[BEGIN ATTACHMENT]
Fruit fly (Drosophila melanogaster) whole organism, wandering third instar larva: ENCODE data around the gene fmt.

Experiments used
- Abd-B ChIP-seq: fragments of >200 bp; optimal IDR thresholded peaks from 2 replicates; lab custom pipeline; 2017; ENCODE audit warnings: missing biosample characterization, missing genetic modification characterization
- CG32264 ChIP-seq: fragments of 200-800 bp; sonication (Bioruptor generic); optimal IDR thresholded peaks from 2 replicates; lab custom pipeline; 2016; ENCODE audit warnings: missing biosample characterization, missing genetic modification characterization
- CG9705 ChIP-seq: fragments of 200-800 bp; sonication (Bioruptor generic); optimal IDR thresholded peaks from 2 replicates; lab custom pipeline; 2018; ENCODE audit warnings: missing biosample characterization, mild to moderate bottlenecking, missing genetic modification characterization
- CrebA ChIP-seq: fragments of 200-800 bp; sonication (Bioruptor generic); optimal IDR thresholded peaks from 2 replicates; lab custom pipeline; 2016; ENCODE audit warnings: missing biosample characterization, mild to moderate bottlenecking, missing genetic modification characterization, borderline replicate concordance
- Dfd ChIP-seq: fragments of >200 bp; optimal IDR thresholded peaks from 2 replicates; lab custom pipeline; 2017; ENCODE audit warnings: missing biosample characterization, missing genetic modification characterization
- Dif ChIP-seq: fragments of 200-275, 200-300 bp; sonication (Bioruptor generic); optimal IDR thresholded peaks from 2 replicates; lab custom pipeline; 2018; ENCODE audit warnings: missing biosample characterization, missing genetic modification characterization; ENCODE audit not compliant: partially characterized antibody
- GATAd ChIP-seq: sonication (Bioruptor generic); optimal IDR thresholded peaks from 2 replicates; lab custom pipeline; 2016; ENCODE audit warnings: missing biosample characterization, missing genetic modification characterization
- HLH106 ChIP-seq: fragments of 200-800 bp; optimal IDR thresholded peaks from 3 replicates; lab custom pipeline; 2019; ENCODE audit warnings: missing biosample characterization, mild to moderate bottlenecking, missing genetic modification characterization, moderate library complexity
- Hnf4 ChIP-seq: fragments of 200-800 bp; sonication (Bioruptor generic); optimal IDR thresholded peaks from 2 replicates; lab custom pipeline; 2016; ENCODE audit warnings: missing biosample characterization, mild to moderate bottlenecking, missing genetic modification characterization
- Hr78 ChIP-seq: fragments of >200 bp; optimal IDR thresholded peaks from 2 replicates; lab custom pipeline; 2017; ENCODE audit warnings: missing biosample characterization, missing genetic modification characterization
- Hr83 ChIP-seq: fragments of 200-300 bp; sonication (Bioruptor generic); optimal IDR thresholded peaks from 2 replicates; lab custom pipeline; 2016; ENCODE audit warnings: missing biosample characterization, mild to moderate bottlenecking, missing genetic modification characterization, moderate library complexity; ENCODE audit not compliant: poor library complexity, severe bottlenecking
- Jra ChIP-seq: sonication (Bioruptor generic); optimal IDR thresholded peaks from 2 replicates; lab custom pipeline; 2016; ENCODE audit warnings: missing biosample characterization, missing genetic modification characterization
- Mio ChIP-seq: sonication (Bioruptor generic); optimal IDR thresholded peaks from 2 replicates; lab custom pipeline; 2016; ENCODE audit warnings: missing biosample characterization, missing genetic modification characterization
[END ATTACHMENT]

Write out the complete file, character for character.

Fruit fly (Drosophila melanogaster) whole organism, wandering third instar larva: ENCODE data around the gene fmt.

Experiments used
- Abd-B ChIP-seq: fragments of >200 bp; optimal IDR thresholded peaks from 2 replicates; lab custom pipeline; 2017; ENCODE audit warnings: missing biosample characterization, missing genetic modification characterization
- CG32264 ChIP-seq: fragments of 200-800 bp; sonication (Bioruptor generic); optimal IDR thresholded peaks from 2 replicates; lab custom pipeline; 2016; ENCODE audit warnings: missing biosample characterization, missing genetic modification characterization
- CG9705 ChIP-seq: fragments of 200-800 bp; sonication (Bioruptor generic); optimal IDR thresholded peaks from 2 replicates; lab custom pipeline; 2018; ENCODE audit warnings: missing biosample characterization, mild to moderate bottlenecking, missing genetic modification characterization
- CrebA ChIP-seq: fragments of 200-800 bp; sonication (Bioruptor generic); optimal IDR thresholded peaks from 2 replicates; lab custom pipeline; 2016; ENCODE audit warnings: missing biosample characterization, mild to moderate bottlenecking, missing genetic modification characterization, borderline replicate concordance
- Dfd ChIP-seq: fragments of >200 bp; optimal IDR thresholded peaks from 2 replicates; lab custom pipeline; 2017; ENCODE audit warnings: missing biosample characterization, missing genetic modification characterization
- Dif ChIP-seq: fragments of 200-275, 200-300 bp; sonication (Bioruptor generic); optimal IDR thresholded peaks from 2 replicates; lab custom pipeline; 2018; ENCODE audit warnings: missing biosample characterization, missing genetic modification characterization; ENCODE audit not compliant: partially characterized antibody
- GATAd ChIP-seq: sonication (Bioruptor generic); optimal IDR thresholded peaks from 2 replicates; lab custom pipeline; 2016; ENCODE audit warnings: missing biosample characterization, missing genetic modification characterization
- HLH106 ChIP-seq: fragments of 200-800 bp; optimal IDR thresholded peaks from 3 replicates; lab custom pipeline; 2019; ENCODE audit warnings: missing biosample characterization, mild to moderate bottlenecking, missing genetic modification characterization, moderate library complexity
- Hnf4 ChIP-seq: fragments of 200-800 bp; sonication (Bioruptor generic); optimal IDR thresholded peaks from 2 replicates; lab custom pipeline; 2016; ENCODE audit warnings: missing biosample characterization, mild to moderate bottlenecking, missing genetic modification characterization
- Hr78 ChIP-seq: fragments of >200 bp; optimal IDR thresholded peaks from 2 replicates; lab custom pipeline; 2017; ENCODE audit warnings: missing biosample characterization, missing genetic modification characterization
- Hr83 ChIP-seq: fragments of 200-300 bp; sonication (Bioruptor generic); optimal IDR thresholded peaks from 2 replicates; lab custom pipeline; 2016; ENCODE audit warnings: missing biosample characterization, mild to moderate bottlenecking, missing genetic modification characterization, moderate library complexity; ENCODE audit not compliant: poor library complexity, severe bottlenecking
- Jra ChIP-seq: sonication (Bioruptor generic); optimal IDR thresholded peaks from 2 replicates; lab custom pipeline; 2016; ENCODE audit warnings: missing biosample characterization, missing genetic modification characterization
- Mio ChIP-seq: sonication (Bioruptor generic); optimal IDR thresholded peaks from 2 replicates; lab custom pipeline; 2016; ENCODE audit warnings: missing biosample characterization, missing genetic modification characterization